This illustration didn’t quite make it into the pages of Dennis Mealor’s  illustrated novel, The Silting. So here it is now, a bonus. Buy the novel now in PDF, straight to your computer device or phone for a Gothicly lousy $5. Just click on The Silting link at the top of the page, and follow the prompts to purchase the novel. Dennis Mealor has a PhD in Fiction Writing/Literary Studies.


Chapter 25

Now that I am on the team, the lads show me the ropes. Some of the ropes are literal things such as untying the sisal ropes on the hessian bags. Young Frobisher squeaks the wheelbarrow along the path as Barry, Brown and I follow. Frobisher’s ribs are showing through his ripped shirt at the back. He coughs, and brings up a lump of phlegm and fires it from his mouth. It hangs like bird spittle from a head of bluebell flowers. He wheels the barrow into old George’s kipper shed. I have never seen George in the shed. Ever. But he must come here often because the fishy offal is arranged differently each time I poke my head in through the door. And the knife moves about from day to day. Last week it was clean and stuck into the wooden bench. Today it lies bloodied amongst newly fleshed pieces of plaice and flounder.

Barry Boyne tells me to undo the ropes on the bags and let out the horns. Well, he calls them horns. It’s a sort of code, saying cow horns when you mean something else. But I don’t blink an eye when I untie the reef knot and open the first sack and see the human skulls. I am careful to take it all in, because I want to learn quickly. The first thing I take in is that they are all minus their jaw bones. Most of the skulls are old and bleached, and I ask Barry about that, but Brown answers me instead.

“Aye, well it’s all about this recyclin’ lark tha’s goin’ on these days, intit?” Brown says.

“Well, tha’. An’ the material is gettin’ ’arder t’ get ’old of. Some of th’ cem’tries ’as a lock on ’em,” Barry puts in.

But I sort through some of the skulls and yes, there’s the odd fresh one, with remnants of flesh hanging off. This one looks as if it was peeled from top to bottom because of the longitudinal pink scrape marks with vertical stripes of flesh still intact.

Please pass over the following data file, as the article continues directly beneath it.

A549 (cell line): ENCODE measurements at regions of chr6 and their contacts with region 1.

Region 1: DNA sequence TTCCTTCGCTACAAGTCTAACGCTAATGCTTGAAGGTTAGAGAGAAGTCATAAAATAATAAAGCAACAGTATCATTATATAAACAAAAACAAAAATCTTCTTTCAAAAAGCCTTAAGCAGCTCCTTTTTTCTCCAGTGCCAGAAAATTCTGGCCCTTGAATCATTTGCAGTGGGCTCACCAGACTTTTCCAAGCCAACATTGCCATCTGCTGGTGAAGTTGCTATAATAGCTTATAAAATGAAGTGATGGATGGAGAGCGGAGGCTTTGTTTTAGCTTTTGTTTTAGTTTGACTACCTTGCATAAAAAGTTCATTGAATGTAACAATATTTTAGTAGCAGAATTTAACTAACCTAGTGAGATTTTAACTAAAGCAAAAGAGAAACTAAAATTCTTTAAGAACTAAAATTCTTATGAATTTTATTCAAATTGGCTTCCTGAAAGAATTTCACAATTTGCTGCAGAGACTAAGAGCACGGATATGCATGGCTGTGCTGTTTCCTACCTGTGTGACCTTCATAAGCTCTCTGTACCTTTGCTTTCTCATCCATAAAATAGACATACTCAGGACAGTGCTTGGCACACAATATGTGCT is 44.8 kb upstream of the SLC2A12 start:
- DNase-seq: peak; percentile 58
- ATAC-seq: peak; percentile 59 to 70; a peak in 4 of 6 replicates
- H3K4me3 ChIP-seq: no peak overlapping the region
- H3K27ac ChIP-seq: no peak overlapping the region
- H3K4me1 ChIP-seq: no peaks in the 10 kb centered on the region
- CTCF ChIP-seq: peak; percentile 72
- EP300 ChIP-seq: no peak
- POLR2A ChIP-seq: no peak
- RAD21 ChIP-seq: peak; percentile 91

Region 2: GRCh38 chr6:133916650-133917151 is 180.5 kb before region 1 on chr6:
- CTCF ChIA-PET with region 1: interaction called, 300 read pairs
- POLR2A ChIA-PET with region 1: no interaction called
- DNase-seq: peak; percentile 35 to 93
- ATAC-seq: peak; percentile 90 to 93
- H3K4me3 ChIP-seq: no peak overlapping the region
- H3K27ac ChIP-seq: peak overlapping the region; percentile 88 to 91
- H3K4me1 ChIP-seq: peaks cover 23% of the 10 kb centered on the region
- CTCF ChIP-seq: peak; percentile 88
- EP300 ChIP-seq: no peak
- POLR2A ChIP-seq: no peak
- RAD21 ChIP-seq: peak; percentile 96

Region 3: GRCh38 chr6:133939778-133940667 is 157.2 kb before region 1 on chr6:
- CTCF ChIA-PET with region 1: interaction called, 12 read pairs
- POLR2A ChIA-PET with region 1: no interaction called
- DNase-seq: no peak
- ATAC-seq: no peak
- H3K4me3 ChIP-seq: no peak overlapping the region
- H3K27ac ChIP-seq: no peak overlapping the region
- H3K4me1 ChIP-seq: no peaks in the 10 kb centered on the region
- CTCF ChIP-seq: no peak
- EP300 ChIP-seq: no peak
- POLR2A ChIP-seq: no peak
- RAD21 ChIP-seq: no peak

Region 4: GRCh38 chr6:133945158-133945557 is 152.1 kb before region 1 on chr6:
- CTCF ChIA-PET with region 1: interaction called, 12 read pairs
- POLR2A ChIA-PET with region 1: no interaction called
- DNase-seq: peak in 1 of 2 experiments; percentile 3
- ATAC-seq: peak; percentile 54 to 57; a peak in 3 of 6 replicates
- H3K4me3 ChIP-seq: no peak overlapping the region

“That one should go in t’ ground for ’while. Let worms do their work. But there’s no time. Parade’s nearly on us, an’ it’s the Twenty’two cummin’ up. No time t’ get all flesh off,” Barry says. “Which is where you can ’elp.”

And he hands me what I take to be a surgical saw.

“Can y’ slice top off ’orn an’ take out brain, then?” he says. “We don’t like t’ do i’. Ruins th’ ’orn an’ we ’ave t’ stick it back t’gether later. But sometimes we ’ave t’ do i’. T’ save time like. Not enough time t’ let brain fester under ground an’ be ’ollowed out by grubs.”

I take the saw and pick up the skull that he calls a horn. I find a carpenter’s horse in the far corner of the shed.

“Y’ll ’ave trouble balancin’ it on tha,’ “ Barry says. “Specially cuttin’ in th’ round. Top o’ ’orn is a bit ’ard t’ start th’ cut.”

A sign on the wall says Shite Happens and under that is a tall pile of rotting fish heads and guts on the floor. Barry uses his gloved hand to part the smelly offal and uncovers a large oak chopping block that stands about knee height.

“This’ll do th’ trick,” he says. “Not too tall. Y’ can get over top of i’ nice like. Y’can put y’ back int’ it an’ ’ave nice big surface t’ steady ’orn.”

I kick more of the fish guts away so I can find my footing on the old wooden floor and start the cut. I pull the saw slowly towards me first time, and then reposition it and pull it towards me again. Until I get a guiding groove. Then I go hard at it back and forth. The saw jumps the groove twice before I get the hang of it. The hardest part is using my left hand to steady the curve of the skull against the chopping block. But I manage, and turn the skull over as the cut progresses, circumcising my way around to avoid cutting the brain. The last stroke gives me a neat skull cap. It falls onto the block and wobbles and spins. I have done a good cut, Barry says. He is a good teacher. Told me what to do, he did. Is clever, our Barry. I left the brain intact without damage he says. Like he told me to do. Which makes it easier to dig out and discard in one piece.



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